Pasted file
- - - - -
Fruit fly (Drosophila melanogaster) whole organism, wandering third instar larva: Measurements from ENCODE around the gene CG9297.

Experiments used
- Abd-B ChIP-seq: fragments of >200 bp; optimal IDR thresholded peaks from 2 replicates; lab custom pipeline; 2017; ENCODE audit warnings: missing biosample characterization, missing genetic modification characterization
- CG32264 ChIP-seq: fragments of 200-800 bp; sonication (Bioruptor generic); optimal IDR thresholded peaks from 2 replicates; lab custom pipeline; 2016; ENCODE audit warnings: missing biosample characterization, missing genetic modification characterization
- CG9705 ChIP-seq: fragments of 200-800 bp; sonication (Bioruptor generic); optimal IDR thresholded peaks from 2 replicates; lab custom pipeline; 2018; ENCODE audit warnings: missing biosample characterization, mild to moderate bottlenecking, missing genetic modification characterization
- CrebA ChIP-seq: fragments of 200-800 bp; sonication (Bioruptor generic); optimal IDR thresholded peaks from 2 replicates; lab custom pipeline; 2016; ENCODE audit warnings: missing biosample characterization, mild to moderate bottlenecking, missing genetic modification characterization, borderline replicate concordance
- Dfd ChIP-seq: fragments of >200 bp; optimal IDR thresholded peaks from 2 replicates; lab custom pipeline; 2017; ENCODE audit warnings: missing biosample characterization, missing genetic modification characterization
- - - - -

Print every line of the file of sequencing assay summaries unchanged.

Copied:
Fruit fly (Drosophila melanogaster) whole organism, wandering third instar larva: Measurements from ENCODE around the gene CG9297.

Experiments used
- Abd-B ChIP-seq: fragments of >200 bp; optimal IDR thresholded peaks from 2 replicates; lab custom pipeline; 2017; ENCODE audit warnings: missing biosample characterization, missing genetic modification characterization
- CG32264 ChIP-seq: fragments of 200-800 bp; sonication (Bioruptor generic); optimal IDR thresholded peaks from 2 replicates; lab custom pipeline; 2016; ENCODE audit warnings: missing biosample characterization, missing genetic modification characterization
- CG9705 ChIP-seq: fragments of 200-800 bp; sonication (Bioruptor generic); optimal IDR thresholded peaks from 2 replicates; lab custom pipeline; 2018; ENCODE audit warnings: missing biosample characterization, mild to moderate bottlenecking, missing genetic modification characterization
- CrebA ChIP-seq: fragments of 200-800 bp; sonication (Bioruptor generic); optimal IDR thresholded peaks from 2 replicates; lab custom pipeline; 2016; ENCODE audit warnings: missing biosample characterization, mild to moderate bottlenecking, missing genetic modification characterization, borderline replicate concordance
- Dfd ChIP-seq: fragments of >200 bp; optimal IDR thresholded peaks from 2 replicates; lab custom pipeline; 2017; ENCODE audit warnings: missing biosample characterization, missing genetic modification characterization